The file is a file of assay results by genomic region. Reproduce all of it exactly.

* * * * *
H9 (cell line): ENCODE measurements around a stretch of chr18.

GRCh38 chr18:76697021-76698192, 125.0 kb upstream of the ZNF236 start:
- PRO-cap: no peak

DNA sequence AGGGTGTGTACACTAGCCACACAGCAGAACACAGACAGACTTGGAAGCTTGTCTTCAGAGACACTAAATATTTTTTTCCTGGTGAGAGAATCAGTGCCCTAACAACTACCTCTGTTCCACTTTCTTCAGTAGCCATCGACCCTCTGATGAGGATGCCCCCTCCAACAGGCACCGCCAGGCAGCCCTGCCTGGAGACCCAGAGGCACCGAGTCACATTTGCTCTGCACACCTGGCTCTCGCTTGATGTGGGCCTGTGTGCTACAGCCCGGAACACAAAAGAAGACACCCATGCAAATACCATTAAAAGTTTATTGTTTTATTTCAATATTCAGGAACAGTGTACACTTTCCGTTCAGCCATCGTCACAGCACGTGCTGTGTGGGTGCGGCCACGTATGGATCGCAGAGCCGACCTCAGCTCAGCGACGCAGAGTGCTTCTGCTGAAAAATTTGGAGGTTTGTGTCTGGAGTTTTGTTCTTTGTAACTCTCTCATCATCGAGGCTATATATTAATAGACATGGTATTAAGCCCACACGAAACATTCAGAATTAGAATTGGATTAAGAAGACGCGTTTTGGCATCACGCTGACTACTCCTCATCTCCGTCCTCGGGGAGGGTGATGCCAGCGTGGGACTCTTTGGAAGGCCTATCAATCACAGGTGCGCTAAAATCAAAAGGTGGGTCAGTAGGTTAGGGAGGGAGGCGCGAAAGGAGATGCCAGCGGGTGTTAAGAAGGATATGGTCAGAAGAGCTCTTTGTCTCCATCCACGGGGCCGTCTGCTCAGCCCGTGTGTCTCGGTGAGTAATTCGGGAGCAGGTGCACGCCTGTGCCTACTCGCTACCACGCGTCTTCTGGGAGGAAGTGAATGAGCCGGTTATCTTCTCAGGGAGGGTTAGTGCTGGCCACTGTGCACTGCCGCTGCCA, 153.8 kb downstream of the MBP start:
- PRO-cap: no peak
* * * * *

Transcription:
H9 (cell line): ENCODE measurements around a stretch of chr18.

GRCh38 chr18:76697021-76698192, 125.0 kb upstream of the ZNF236 start:
- PRO-cap: no peak

DNA sequence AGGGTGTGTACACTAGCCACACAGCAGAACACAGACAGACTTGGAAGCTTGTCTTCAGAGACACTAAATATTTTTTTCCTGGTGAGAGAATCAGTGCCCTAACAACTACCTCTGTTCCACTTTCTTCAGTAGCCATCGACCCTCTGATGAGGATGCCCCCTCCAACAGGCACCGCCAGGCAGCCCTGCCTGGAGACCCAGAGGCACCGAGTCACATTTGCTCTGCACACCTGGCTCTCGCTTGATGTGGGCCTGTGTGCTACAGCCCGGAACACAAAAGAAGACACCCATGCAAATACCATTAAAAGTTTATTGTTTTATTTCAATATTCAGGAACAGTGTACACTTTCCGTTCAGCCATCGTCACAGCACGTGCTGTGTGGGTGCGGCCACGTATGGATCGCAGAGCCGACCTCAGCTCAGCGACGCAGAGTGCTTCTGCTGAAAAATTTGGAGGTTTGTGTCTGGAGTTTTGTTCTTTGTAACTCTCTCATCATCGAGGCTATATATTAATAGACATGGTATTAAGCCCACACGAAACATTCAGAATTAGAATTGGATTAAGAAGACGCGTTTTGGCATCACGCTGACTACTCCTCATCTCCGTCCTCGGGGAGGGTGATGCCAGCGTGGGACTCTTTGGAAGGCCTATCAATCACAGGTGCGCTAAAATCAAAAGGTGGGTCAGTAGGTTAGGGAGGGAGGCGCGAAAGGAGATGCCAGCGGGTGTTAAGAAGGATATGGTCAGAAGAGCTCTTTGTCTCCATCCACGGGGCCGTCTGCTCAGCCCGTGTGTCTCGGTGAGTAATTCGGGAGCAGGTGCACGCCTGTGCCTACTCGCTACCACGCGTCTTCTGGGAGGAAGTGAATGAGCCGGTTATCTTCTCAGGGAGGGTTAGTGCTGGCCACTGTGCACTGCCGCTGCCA, 153.8 kb downstream of the MBP start:
- PRO-cap: no peak